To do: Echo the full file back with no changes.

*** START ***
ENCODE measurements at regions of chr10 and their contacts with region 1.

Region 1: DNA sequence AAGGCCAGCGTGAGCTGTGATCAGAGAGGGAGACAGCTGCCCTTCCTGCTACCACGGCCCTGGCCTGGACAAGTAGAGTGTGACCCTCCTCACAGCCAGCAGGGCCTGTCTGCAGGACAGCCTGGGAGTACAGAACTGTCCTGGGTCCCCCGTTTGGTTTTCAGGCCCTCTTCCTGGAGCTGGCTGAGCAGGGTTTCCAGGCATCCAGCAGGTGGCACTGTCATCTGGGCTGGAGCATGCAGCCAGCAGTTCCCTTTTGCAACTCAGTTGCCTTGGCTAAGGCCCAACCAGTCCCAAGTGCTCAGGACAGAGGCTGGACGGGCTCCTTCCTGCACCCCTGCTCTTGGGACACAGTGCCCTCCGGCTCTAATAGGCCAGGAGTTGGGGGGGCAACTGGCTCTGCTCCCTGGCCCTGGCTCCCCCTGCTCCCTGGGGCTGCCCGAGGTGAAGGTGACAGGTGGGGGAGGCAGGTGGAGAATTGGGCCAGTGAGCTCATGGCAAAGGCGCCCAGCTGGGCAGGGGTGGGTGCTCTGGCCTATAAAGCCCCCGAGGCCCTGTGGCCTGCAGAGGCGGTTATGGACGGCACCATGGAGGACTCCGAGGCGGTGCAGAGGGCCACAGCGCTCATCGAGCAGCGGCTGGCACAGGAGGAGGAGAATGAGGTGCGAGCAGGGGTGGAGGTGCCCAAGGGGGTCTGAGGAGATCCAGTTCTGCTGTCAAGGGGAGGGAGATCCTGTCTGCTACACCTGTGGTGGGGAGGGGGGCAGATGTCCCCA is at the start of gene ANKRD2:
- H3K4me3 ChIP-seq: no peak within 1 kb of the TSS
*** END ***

ENCODE measurements at regions of chr10 and their contacts with region 1.

Region 1: DNA sequence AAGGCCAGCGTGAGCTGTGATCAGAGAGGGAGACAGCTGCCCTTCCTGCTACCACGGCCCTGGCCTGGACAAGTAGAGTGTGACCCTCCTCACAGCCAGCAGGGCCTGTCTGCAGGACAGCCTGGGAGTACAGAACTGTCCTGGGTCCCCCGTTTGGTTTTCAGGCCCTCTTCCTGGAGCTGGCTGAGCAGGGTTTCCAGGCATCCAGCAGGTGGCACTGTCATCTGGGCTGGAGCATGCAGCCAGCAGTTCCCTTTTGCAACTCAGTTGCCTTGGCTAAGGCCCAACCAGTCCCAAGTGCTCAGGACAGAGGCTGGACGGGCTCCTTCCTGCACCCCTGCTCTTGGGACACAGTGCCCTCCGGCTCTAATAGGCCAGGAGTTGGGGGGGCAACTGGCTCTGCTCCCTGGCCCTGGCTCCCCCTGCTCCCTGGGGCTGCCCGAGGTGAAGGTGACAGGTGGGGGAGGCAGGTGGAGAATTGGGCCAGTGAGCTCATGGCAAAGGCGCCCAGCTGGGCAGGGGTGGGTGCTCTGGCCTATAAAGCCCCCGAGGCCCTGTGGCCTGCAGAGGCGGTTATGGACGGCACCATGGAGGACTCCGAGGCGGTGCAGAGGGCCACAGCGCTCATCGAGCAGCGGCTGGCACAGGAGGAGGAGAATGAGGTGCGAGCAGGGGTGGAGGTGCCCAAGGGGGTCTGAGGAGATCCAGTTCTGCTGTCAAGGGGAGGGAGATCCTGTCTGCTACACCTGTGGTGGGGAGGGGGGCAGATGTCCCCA is at the start of gene ANKRD2:
- H3K4me3 ChIP-seq: no peak within 1 kb of the TSS